Russia and India aspire to ensure a balance of power/interests across Eurasia in the 21st century’s New Cold War between China and the U.S. but sometimes they don’t see eye-to-eye on how to do this. Moscow, for example, is on excellent terms with Beijing, while New Delhi enjoys a similar level of strategic ties with those two’s rivals in Washington. Chinese-Indian relations are also very complicated due to unresolved territorial disputes. Nevertheless, this Great Power Quartet arguably comprises the four most geostrategically significant players in Eurasia, with the interplay between them powerfully shaping the supercontinent’s dynamics. Russia and India would do well to further align their approaches.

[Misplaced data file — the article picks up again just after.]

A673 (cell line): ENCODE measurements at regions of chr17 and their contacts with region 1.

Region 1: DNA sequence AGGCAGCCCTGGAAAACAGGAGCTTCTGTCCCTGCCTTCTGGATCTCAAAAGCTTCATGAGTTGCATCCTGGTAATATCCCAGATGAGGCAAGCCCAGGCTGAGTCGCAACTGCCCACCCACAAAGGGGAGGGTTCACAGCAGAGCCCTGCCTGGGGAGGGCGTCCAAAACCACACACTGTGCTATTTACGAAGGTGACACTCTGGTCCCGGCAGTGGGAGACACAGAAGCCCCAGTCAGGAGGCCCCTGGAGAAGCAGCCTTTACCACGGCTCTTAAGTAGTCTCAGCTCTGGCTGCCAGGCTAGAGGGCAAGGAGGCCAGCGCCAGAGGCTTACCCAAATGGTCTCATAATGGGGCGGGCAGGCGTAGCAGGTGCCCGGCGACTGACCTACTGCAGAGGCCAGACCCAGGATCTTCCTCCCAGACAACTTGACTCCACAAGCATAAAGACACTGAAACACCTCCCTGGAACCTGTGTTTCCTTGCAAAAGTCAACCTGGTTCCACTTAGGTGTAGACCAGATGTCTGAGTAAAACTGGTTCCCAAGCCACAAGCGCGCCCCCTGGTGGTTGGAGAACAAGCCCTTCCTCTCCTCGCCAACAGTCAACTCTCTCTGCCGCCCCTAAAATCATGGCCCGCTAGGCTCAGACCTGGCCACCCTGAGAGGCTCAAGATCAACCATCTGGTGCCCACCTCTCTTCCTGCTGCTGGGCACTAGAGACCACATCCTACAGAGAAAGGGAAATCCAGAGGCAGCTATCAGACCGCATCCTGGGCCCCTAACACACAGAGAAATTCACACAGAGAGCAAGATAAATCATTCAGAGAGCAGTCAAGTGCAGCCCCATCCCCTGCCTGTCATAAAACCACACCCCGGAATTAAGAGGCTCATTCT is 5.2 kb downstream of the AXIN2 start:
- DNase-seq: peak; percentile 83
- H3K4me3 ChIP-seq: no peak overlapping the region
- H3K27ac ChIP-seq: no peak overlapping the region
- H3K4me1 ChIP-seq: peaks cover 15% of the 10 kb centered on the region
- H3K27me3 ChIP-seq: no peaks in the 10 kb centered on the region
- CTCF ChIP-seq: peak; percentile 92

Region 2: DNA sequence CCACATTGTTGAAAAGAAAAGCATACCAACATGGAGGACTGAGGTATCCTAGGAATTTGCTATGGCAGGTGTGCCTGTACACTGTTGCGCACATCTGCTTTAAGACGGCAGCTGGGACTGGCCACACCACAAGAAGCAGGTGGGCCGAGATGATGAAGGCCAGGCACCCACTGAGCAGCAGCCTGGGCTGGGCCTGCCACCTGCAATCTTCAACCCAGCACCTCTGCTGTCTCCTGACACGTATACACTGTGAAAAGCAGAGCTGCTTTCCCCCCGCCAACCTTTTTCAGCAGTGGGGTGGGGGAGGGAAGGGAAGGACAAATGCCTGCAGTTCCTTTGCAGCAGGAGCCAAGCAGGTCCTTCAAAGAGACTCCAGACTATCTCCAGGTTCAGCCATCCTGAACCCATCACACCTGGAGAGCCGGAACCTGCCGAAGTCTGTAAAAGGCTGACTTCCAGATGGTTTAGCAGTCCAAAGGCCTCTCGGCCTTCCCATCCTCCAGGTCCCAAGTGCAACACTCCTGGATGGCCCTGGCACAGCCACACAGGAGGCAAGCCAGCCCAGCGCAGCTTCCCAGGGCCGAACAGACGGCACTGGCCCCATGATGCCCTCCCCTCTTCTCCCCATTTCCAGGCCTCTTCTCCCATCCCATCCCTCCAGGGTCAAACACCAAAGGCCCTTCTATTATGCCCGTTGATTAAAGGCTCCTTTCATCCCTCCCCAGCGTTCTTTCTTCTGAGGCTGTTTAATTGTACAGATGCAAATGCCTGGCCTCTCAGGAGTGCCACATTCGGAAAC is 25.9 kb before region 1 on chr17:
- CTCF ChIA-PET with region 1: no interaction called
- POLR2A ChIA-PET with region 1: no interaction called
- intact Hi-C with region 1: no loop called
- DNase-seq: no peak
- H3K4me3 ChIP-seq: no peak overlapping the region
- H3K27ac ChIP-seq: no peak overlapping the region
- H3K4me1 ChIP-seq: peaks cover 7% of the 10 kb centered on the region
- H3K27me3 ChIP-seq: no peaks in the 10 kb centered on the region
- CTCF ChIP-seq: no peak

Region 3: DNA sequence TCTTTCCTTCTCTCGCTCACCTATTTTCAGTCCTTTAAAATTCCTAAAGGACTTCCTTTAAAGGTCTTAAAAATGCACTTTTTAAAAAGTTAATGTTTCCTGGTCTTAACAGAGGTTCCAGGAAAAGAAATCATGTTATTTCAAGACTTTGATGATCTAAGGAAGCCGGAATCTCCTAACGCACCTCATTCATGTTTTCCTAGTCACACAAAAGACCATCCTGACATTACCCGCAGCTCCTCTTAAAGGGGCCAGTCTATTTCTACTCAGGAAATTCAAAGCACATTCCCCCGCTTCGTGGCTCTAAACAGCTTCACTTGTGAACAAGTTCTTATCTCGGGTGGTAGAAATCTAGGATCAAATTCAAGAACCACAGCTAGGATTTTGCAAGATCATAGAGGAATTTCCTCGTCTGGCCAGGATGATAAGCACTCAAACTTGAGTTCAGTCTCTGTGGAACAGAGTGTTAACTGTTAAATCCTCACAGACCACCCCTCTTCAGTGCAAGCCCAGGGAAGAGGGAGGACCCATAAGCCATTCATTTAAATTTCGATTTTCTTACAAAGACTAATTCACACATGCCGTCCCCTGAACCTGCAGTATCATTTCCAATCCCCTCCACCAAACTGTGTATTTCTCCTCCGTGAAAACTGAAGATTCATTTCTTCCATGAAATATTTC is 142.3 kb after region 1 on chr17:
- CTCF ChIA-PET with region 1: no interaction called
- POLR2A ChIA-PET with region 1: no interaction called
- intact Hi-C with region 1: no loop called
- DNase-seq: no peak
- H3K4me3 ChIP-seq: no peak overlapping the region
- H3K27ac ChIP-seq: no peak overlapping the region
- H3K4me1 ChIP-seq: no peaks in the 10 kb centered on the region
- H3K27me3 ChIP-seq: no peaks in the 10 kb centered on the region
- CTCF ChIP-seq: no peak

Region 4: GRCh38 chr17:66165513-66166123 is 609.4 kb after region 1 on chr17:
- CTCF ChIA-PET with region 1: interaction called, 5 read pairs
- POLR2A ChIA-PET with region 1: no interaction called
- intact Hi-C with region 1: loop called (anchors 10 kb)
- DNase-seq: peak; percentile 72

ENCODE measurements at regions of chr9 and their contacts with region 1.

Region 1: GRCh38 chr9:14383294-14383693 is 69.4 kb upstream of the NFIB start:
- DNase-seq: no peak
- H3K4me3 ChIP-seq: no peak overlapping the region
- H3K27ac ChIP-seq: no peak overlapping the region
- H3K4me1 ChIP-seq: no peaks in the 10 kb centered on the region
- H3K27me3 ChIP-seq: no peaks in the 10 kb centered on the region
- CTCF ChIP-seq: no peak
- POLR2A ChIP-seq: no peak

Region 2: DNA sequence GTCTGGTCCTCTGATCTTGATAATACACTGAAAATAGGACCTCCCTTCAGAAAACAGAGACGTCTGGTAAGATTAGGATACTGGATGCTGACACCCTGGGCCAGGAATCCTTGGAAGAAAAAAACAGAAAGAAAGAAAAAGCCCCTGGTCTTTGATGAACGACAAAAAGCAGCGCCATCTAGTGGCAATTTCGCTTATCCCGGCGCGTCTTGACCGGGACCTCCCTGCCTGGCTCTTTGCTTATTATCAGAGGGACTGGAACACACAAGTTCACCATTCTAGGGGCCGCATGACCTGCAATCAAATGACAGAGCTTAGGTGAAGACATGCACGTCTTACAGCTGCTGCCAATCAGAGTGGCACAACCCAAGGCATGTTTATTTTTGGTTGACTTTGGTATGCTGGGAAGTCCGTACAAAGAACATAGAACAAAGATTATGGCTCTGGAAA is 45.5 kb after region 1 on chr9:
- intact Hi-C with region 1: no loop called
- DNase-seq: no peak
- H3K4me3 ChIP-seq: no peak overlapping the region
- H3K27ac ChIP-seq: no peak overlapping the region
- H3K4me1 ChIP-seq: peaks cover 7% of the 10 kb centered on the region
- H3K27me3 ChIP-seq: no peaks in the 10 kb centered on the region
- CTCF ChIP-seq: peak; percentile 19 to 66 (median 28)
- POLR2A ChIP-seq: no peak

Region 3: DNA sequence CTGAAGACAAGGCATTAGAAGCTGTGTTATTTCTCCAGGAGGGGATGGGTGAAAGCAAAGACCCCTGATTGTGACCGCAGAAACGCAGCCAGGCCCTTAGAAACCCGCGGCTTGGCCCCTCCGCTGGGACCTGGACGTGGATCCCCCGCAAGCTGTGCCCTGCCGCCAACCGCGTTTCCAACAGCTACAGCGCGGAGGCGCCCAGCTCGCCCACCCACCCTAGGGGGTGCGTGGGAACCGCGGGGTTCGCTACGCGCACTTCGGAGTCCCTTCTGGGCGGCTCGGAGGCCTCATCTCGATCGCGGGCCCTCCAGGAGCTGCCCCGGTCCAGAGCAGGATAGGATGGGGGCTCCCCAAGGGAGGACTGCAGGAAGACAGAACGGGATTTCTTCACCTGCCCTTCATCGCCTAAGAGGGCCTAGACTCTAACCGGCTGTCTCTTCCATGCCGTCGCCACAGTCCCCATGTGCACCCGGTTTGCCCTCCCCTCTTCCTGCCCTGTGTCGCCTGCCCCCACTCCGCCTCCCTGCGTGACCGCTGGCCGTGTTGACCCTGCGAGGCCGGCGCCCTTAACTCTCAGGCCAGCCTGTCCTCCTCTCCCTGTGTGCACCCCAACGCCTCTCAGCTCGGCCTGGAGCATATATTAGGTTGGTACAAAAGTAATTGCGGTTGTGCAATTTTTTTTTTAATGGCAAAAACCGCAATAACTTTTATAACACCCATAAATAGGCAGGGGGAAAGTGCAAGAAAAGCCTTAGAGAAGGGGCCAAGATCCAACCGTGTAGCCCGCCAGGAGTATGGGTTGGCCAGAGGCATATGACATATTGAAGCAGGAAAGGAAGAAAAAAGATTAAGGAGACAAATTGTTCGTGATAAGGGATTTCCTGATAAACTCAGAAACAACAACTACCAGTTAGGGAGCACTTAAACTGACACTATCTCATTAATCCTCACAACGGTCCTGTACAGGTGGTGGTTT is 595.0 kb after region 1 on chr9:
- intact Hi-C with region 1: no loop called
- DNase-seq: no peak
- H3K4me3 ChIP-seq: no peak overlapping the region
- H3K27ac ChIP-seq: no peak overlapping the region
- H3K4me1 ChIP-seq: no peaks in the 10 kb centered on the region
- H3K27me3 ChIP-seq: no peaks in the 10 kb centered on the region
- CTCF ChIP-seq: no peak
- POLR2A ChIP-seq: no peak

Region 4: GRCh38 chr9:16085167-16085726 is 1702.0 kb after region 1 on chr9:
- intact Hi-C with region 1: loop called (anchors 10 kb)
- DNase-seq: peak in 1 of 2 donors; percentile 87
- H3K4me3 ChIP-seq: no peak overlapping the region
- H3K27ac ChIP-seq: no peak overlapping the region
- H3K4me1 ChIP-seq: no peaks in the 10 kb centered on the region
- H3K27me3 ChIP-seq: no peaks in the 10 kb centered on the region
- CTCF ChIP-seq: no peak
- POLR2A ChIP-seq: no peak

Some brief insight will now be shared about the above expectations.

Observers should pay attention to the agreements that are likely to be reached during the upcoming summit. This event will lay the basis for the latest iteration of the Russian-Indian Strategic Partnership. It’ll also reveal which areas of cooperation they’re still struggling to strengthen, which might become more difficult to improve as time goes on if these challenges aren’t addressed soon enough. Specifically, the real-sector aspect of their economic cooperation (as in, non-energy and -military) must urgently be expanded and the reported problems with Sputnik V resolved on a priority basis. Hopefully this summit will exceed expectations and breathe new life into this globally important strategic partnership.